Login to MyKarger

New to MyKarger? Click here to sign up.

Login with Facebook

Forgot Password? Reset your password

Authors, Editors, Reviewers

For Manuscript Submission, Check or Review Login please go to Submission Websites List.

Submission Websites List

Institutional Login (Shibboleth)

For the academic login, please select your country in the dropdown list. You will be redirected to verify your credentials.

Table of Contents
Vol. 15, No. 4, 2006
Issue release date: June 2006
Section title: Original Paper

Open Access Gateway

Med Princ Pract 2006;15:270–275

Evaluation of the Knowledge, Attitude and Practice of Self-Medication among First-Year Medical Students

James H. · Handu S.S. · Al Khaja K.A.J. · Otoom S. · Sequeira R.P.
Department of Pharmacology and Therapeutics, College of Medicine and Medical Sciences, Arabian Gulf University, Manama, Kingdom of Bahrain
email Corresponding Author

Dr. Henry James

Department of Pharmacology and Therapeutics

College of Medicine and Medical Sciences

Arabian Gulf University, PO Box 22979, Manama (Kingdom of Bahrain)

Tel. +973 1723 9841, Fax +973 1727 1090, E-Mail DrHenryJames@hotmail.com

Do you have an account?

Login Information

Contact Information

I have read the Karger Terms and Conditions and agree.


Objective: This study was undertaken to determine the knowledge, attitude and practice of self-medication among first-year medical students of the Arabian Gulf University, Bahrain. Subjects and Methods: This was an anonymous, questionnaire-based, descriptive study. A prevalidated questionnaire, containing open-ended and close-ended questions, was administered to the subjects. Data were analyzed using SPSS version 12 and the results expressed as counts and percentages. Results: Out of the 134 respondents, 43 (32.1%) were males and 91 (67.9%) were females; their mean age in years ± SD was 18.01 ± 0.78. The respondents’ knowledge about appropriate self-medication was poor, but knowledge of the benefits and risks of self-medication was adequate. The respondents found self-medication to be time-saving, economical, convenient and providing quick relief in common illnesses. Important disadvantages of self-medication mentioned were the risk of making a wrong diagnosis, inappropriate drug use and adverse effects. The majority (76.9%) of the respondents had a positive attitude favoring self-medication. Self-medication was practiced by 44.8% of the subjects. The most common indications for self-medication were to relieve the symptoms of headache (70.9%), cough, cold and sore throat (53.7%), stomachache (32.8%) and fever (29.9%). Analgesics (81.3%) were the most common drugs used for self-medication. The practice of self-medication was appropriate in only 14.2% of cases. Conclusion: Knowledge about appropriate self-medication was poor, attitude towards self-medication was positive, and the practice of self-medication was common and often inappropriate.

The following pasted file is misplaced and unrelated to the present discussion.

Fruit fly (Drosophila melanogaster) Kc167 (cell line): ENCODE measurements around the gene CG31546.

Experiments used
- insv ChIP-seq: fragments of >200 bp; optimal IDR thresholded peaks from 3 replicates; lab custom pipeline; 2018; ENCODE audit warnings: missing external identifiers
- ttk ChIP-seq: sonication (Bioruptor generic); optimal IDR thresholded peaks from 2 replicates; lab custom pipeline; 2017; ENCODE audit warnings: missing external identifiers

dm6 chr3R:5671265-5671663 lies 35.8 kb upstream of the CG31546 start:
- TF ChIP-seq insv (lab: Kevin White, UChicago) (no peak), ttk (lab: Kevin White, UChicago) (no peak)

© 2006 S. Karger AG, Basel

Article / Publication Details

First-Page Preview
Abstract of Original Paper

Received: July 26, 2005
Accepted: November 20, 2005
Published online: June 12, 2006
Issue release date: June 2006

Number of Print Pages: 6
Number of Figures: 1
Number of Tables: 3

ISSN: 1011-7571 (Print)
eISSN: 1423-0151 (Online)

For additional information: http://www.karger.com/MPP

Copyright / Drug Dosage / Disclaimer

Copyright: All rights reserved. No part of this publication may be translated into other languages, reproduced or utilized in any form or by any means, electronic or mechanical, including photocopying, recording, microcopying, or by any information storage and retrieval system, without permission in writing from the publisher or, in the case of photocopying, direct payment of a specified fee to the Copyright Clearance Center.
Drug Dosage: The authors and the publisher have exerted every effort to ensure that drug selection and dosage set forth in this text are in accord with current recommendations and practice at the time of publication. However, in view of ongoing research, changes in government regulations, and the constant flow of information relating to drug therapy and drug reactions, the reader is urged to check the package insert for each drug for any changes in indications and dosage and for added warnings and precautions. This is particularly important when the recommended agent is a new and/or infrequently employed drug.
Disclaimer: The statements, opinions and data contained in this publication are solely those of the individual authors and contributors and not of the publishers and the editor(s). The appearance of advertisements or/and product references in the publication is not a warranty, endorsement, or approval of the products or services advertised or of their effectiveness, quality or safety. The publisher and the editor(s) disclaim responsibility for any injury to persons or property resulting from any ideas, methods, instructions or products referred to in the content or advertisements.